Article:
BLEACHER FEATURE: A conversation with Wellesley’s Athlete of the Week

By Emily Bary ’15

Co-Editor in Chief

by Pamela Wang '17 Staff Photographer

by Pamela Wang ’17
Staff Photographer

Jasmine Davis ’17 had fenced in high school but wasn’t sure that she was going to continue with the sport in college. After talking with her coach and some of the returning fencers, she decided to join the Blue’s fencing squad, even though she later learned that she would have to switch weapons.

Switching weapons was a challenge for Davis, but she’s done nicely after making the move to the sabre squad. At the team’s recent conference meet on Feb. 8, Davis was sick, but still managed to have the most wins on the day for Wellesley. “It kind of validated the effort I’d been putting into improving,” she said.

With just the NCAA regional tournament left on the fencing team’s schedule, Davis is hoping to get better at sabre fencing during her last couple weeks of practices so that she can carry that momentum over to her next three years on the team. She sat down with the Wellesley News to talk about her switch from epée to sabre and her training with the Blue. Excerpts of the conversation follow.

Emily Bary (E.B.): How long have you been fencing?

Jasmine Davis (J.D.): I started sophomore year of high school so it’s my fourth year.

E.B.: Have you always fenced sabre?

J.D.: No, I was put on the sabre squad when I came to Wellesley. Before that, I was epée.

E.B.:  How was the switch?

J.D.: I still have days where I can revert back to epée. But it actually hasn’t been bad.

E.B.: Is it normal to have to switch weapons in college?

J.D.:  It happens because Wellesley has such a small team and there’s only one returning sabre. All the incoming freshman were epées except for one foil, so we got divided up into new weapons.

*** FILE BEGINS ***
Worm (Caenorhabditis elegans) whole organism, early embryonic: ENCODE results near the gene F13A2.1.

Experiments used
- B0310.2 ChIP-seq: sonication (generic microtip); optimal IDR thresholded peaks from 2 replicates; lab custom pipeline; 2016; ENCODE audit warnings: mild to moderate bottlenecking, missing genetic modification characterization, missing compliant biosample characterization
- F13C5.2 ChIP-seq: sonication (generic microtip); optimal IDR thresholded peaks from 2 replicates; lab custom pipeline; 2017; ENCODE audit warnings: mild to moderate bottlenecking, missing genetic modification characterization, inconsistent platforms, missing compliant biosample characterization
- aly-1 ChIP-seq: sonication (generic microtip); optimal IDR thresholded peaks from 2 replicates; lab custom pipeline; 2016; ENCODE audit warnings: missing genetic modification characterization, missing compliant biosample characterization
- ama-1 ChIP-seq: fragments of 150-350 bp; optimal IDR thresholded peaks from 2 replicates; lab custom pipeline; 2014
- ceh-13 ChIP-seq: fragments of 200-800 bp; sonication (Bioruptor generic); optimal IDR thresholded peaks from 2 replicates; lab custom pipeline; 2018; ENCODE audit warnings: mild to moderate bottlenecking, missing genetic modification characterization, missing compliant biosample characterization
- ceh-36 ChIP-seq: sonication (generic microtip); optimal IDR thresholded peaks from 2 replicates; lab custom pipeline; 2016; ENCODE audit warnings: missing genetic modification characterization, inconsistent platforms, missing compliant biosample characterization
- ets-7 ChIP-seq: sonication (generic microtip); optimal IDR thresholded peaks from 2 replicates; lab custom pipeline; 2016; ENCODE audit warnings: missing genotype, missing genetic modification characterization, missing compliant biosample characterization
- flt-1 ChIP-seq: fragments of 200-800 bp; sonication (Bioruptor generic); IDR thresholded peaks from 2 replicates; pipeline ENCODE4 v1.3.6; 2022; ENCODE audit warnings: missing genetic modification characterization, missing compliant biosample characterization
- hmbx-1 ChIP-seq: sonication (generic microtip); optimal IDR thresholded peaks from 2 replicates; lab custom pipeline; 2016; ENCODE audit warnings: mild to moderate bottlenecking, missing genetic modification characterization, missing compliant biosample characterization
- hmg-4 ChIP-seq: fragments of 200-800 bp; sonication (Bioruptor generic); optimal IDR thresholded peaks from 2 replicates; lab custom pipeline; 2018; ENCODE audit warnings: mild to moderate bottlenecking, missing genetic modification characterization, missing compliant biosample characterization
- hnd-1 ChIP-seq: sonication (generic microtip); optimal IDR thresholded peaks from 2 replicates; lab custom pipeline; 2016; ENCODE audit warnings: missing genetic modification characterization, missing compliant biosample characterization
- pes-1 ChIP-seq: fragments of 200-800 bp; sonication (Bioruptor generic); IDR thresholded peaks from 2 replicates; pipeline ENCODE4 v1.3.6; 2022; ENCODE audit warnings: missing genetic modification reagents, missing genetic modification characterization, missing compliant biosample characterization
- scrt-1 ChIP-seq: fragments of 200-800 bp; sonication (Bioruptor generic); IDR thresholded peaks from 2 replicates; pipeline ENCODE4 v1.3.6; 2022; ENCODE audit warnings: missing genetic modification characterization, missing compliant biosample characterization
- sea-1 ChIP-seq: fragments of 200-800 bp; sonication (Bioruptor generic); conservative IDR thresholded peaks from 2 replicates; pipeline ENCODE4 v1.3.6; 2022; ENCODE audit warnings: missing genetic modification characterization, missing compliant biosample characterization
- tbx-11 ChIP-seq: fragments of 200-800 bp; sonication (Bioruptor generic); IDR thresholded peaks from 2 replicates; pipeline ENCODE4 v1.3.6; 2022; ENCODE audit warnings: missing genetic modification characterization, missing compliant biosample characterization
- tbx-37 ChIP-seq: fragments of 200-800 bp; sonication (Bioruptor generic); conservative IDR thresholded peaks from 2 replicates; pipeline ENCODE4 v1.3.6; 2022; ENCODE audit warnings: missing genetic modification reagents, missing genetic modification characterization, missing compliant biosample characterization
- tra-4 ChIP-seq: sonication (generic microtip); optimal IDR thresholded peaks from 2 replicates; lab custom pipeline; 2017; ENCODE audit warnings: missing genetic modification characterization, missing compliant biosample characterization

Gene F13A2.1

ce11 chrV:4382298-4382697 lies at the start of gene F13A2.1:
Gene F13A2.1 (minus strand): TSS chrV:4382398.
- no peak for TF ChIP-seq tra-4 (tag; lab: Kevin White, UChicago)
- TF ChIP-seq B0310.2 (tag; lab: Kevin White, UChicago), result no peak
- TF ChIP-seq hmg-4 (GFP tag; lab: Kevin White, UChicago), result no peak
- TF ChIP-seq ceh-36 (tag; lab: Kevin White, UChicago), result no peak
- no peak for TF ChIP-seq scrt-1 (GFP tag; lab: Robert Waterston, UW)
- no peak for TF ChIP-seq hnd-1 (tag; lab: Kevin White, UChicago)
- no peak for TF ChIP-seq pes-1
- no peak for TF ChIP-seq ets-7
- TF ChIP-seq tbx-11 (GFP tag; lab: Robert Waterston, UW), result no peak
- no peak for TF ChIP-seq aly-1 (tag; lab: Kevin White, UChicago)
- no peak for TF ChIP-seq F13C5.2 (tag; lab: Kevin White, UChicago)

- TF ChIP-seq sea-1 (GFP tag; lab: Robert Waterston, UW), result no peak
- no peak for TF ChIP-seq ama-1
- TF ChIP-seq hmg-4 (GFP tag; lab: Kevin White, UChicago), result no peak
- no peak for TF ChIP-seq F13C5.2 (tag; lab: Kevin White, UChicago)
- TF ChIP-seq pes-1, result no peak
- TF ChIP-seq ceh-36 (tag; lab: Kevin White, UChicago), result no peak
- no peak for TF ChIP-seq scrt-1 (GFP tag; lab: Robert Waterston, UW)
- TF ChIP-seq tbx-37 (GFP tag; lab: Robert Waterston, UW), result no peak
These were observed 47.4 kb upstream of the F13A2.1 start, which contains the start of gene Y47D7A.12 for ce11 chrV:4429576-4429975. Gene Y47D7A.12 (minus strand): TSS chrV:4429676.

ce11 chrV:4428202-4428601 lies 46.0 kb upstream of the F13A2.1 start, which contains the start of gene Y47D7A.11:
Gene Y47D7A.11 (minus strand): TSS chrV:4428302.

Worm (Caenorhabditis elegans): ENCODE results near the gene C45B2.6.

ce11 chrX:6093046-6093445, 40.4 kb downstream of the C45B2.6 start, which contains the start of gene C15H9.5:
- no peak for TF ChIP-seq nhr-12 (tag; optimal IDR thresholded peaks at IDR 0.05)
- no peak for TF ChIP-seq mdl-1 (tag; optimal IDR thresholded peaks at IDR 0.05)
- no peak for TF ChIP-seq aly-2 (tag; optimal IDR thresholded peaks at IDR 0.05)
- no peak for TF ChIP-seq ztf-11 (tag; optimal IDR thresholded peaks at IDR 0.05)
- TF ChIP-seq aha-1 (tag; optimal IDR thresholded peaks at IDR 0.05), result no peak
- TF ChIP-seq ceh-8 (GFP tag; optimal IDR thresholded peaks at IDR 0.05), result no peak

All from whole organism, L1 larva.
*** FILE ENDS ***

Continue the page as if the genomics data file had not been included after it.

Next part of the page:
E.B.: Did you know you’d have to switch when you came onto the team?

J.D.:  No.

E.B.: What’s the hardest part about fencing?

J.D.:  For me, switching weapons was pretty hard because I had to learn how to use different parts of the blade.

E.B.: How is college fencing different than high school fencing?

J.D.: It hasn’t been that different. The only real difference is in the set-up of the tournaments. In high school, I only had two tournaments where we had the same format as the format I’ve had in college, against multiple schools. There are longer days more often.

E.B.: What’s a typical practice like?

J.D.:  Warm up, footwork, fencing lessons. It’s very repetitive from day to day but that’s also how you get better in fencing. You do practice different things, but you can’t not practice certain things.

E.B.: What are your goals for the season?

J.D.:  To get better. I’ve been really happy with the progress I’ve made in sabre because I didn’t think I’d pick it up as quickly as I did. There are definitely rough spots and I can’t parry well still, so definitely I want to get better at parrying and stopping my counter-attacks.

E.B.: What’s the most misunderstood aspect of fencing?

J.D.:  There’s a lot more thought in each movement than people realize. As a spectator, I know it’s very hard to follow what’s happening, and when I talk to my family, they think I just slash at the opponent. Yes, you are making that motion, but you also have to time it and block their attacks.

E.B.: What do you do to get ready before a big meet?

J.D.:  I tend to stick headphones in for as long as I can. I warm up with the team, but I also listen to music to pump myself up and get focused. When I do pick up my weapon to warm up, I try to cut back on all my epée movements so I can get down to business.

Davis and her teammates next suit up for the NCAA regional tournament, the last meet of the season for the Blue. It will take place on March 9 at home.

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